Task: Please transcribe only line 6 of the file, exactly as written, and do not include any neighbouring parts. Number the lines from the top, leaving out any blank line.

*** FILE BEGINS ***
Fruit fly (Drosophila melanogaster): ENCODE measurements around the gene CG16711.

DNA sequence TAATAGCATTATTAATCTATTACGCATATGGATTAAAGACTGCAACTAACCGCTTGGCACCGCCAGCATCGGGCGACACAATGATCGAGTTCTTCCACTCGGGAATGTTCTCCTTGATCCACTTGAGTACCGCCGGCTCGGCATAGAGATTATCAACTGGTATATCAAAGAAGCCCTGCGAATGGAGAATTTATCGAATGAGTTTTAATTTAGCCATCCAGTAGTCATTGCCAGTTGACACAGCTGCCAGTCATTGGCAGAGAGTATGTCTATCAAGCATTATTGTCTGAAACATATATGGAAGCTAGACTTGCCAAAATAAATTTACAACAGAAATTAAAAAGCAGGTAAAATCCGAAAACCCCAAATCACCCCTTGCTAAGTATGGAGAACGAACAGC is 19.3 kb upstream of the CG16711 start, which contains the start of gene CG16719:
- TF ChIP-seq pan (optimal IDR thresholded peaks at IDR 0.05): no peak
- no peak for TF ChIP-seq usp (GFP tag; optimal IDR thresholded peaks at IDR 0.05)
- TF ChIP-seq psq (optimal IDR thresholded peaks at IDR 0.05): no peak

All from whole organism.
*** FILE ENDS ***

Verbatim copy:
All from whole organism.